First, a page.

This study also found that many women prefer to self-collect for HPV testing. While no significant correlates were identified, the biggest barriers to all women taking up HPV self-testing was the strong reliance on provider expertise and the perceived concordance and reliability of the test. These two barriers have been extensively researched and written about in prior studies, and will continue to act as a potential barrier to HPV self-sampling uptake for all women.[24, 34] However, many HPV self-sampling interventions with laboratory validation studies have shown and demonstrated that self-collected samples are equally concordant with clinician-collected samples.[31, 73] Future implementation studies on HPV self-sampling should focus on strategies to mitigate these concerns around collection concordance and promote women’s self-efficacy to collect their own cervicovaginal samples.
This study, moreover, found that women were less likely to prefer HPV self-sampling over traditional Pap tests. Older women, in particular, were less likely to choose the self-sampling approach as their preferred cervical cancer screening strategy. This finding corroborates many existing studies that have found that self-driven healthcare technologies are generally harder and/or perceived to be less acceptable for older women than younger women.[74, 75] Although no significant correlates were identified across all women and racial/ethnic groups, the primary reason why the Pap test was the preferred cervical cancer strategy was because of the strong reliance on providers. The strong trust that exists between women and their healthcare providers have consistently been reported in many cancer screening interventions, including HPV self-sampling, as an important facilitator for cervical cancer screening uptake.[40, 76–78] Future HPV self-sampling research efforts should examine educational interventions targeted at healthcare providers to educate and encourage patients on the importance of self-collection options.
Given the pre-implementation context of this study – the limited awareness of HPV self-sampling and the perceptions of potentially conducting an HPV self-sampling test across various settings – it is unclear if the link between these women’s perceived self-efficacy and preferences to perform an HPV test will be consistent with their actual experiences. Pragmatic HPV self-sampling interventions need to be more widely implemented and tested so that all women not only become aware of this new modality but also experience the self-collection and its respective location options, before further scale-out and adaptations of an HPV self-sampling practice can be instituted in US contexts. Until greater population uptake of HPV self-sampling has occurred in the United States, it remains unknown the extent to which this method may be preferable to Pap tests for reducing cervical cancer disparities among minority women.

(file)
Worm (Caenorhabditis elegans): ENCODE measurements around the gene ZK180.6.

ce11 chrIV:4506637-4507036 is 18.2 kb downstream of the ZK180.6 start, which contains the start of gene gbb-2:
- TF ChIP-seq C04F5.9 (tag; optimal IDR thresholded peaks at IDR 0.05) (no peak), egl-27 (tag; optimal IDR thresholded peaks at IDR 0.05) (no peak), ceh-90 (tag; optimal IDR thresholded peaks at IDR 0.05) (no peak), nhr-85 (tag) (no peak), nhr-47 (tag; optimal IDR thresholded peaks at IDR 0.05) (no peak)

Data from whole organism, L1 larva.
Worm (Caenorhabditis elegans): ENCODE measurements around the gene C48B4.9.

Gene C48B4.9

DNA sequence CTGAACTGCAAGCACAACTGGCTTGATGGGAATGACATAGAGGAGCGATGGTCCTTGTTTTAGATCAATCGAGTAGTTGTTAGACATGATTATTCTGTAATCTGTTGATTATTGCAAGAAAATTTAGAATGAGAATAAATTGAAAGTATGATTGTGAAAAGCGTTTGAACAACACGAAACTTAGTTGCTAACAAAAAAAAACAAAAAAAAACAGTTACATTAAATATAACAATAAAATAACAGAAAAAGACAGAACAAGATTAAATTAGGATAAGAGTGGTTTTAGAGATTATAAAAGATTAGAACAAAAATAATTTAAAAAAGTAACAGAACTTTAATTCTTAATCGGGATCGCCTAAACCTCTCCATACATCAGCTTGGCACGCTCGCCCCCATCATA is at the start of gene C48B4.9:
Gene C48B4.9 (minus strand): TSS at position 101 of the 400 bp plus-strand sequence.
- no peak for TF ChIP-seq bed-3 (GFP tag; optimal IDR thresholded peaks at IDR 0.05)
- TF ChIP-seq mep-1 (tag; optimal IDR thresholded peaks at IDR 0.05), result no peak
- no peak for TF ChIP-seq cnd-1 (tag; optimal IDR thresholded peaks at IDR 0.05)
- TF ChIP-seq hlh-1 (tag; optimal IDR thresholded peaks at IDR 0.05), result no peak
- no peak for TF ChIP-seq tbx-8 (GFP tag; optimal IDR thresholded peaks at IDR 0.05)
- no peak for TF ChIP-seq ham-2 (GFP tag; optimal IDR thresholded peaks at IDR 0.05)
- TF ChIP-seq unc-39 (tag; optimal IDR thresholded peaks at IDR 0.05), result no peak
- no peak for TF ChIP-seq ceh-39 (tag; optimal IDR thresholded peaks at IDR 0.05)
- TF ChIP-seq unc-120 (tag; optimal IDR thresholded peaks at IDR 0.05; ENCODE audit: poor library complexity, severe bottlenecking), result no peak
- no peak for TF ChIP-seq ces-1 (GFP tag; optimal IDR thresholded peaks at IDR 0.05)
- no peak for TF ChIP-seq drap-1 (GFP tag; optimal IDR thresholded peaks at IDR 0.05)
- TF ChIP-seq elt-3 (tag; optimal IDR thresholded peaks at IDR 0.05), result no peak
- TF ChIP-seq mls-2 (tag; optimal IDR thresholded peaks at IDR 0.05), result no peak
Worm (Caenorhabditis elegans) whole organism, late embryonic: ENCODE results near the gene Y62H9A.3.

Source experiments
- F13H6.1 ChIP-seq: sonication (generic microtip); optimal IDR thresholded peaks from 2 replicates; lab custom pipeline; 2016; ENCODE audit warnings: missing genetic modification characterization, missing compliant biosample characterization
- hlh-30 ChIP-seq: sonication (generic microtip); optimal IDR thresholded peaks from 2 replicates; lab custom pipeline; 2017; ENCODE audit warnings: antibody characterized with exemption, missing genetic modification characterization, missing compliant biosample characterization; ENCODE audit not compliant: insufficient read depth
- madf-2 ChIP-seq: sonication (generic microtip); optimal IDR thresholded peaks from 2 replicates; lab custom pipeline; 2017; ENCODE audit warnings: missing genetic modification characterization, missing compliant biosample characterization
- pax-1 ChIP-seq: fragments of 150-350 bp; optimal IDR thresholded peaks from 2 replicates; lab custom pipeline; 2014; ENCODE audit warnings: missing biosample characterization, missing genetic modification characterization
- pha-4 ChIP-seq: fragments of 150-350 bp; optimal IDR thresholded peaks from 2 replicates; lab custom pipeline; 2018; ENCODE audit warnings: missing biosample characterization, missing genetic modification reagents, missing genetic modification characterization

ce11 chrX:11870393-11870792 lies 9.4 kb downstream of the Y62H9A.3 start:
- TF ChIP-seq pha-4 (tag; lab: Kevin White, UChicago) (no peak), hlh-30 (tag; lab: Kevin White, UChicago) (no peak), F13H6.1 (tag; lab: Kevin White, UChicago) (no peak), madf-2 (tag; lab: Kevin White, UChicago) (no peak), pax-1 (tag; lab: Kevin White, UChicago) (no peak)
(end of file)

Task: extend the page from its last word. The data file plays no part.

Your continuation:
Strengths and limitations
The strengths of the study included a racially- and ethnically-diverse sample and research that was grounded in Anderson’s Behavioral Model of Health Services Use. Some limitations, however, should be noted. First, the non-random and convenience sampling of survey respondents may have introduced selection bias in the recruitment process. Participants who took part in the survey may have been more willing to explore alternative cervical cancer screening modalities than those who chose not to participate; as a result, these findings may not generalize to the larger female population. Secondarily, this study did not have sufficient sample sizes to determine if any meaningful differences exist across racial/ethnic groups. In addition, the large amount of missing data for the preferred cervical cancer strategy outcome may be a result of a survey design flaw. This particular survey item asked participants to select one of two images related to HPV self-sampling or Pap test as response options; the pictorial responses may have confused participants who are frequently used to seeing response options in text form. The prevalence of preferred cervical cancer strategies, therefore, may be underreported. Finally, the online survey was fielded during the coronavirus of 2019 (COVID-19) pandemic, when home-based self-testing interventions were proliferating. This effect might have influenced potential interest and uptake of self-testing interventions, including HPV self-sampling, which may have introduced another form of selection bias.